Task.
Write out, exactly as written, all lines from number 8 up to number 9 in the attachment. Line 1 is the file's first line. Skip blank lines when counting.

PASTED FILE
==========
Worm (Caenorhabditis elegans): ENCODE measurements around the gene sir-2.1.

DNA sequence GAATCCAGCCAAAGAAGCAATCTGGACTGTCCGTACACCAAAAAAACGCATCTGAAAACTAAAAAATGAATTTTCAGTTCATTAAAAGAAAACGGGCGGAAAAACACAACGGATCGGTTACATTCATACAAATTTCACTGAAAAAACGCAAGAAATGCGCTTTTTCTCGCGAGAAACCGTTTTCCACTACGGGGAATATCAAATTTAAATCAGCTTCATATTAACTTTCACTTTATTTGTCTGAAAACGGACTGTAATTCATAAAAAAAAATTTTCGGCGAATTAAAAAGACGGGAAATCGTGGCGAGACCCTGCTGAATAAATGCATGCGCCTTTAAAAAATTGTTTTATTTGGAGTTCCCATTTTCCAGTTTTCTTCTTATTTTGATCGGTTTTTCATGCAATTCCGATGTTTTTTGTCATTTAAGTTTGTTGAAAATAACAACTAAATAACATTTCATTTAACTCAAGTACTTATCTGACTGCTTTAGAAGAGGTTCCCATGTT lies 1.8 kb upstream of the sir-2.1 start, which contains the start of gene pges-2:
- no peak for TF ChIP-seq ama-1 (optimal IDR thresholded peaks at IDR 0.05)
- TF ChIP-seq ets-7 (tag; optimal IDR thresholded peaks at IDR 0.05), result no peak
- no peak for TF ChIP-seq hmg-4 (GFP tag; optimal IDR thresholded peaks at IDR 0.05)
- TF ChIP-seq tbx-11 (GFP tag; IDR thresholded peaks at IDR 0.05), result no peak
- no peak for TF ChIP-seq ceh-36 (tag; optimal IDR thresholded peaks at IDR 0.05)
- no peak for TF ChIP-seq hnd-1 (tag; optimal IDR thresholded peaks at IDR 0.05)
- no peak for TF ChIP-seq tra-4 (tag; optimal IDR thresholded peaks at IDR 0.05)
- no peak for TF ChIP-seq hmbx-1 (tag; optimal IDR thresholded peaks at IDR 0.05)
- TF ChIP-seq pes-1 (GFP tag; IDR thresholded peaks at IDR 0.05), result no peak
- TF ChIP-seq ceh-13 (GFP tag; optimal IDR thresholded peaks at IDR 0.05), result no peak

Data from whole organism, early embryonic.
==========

- no peak for TF ChIP-seq hnd-1 (tag; optimal IDR thresholded peaks at IDR 0.05)
- no peak for TF ChIP-seq tra-4 (tag; optimal IDR thresholded peaks at IDR 0.05)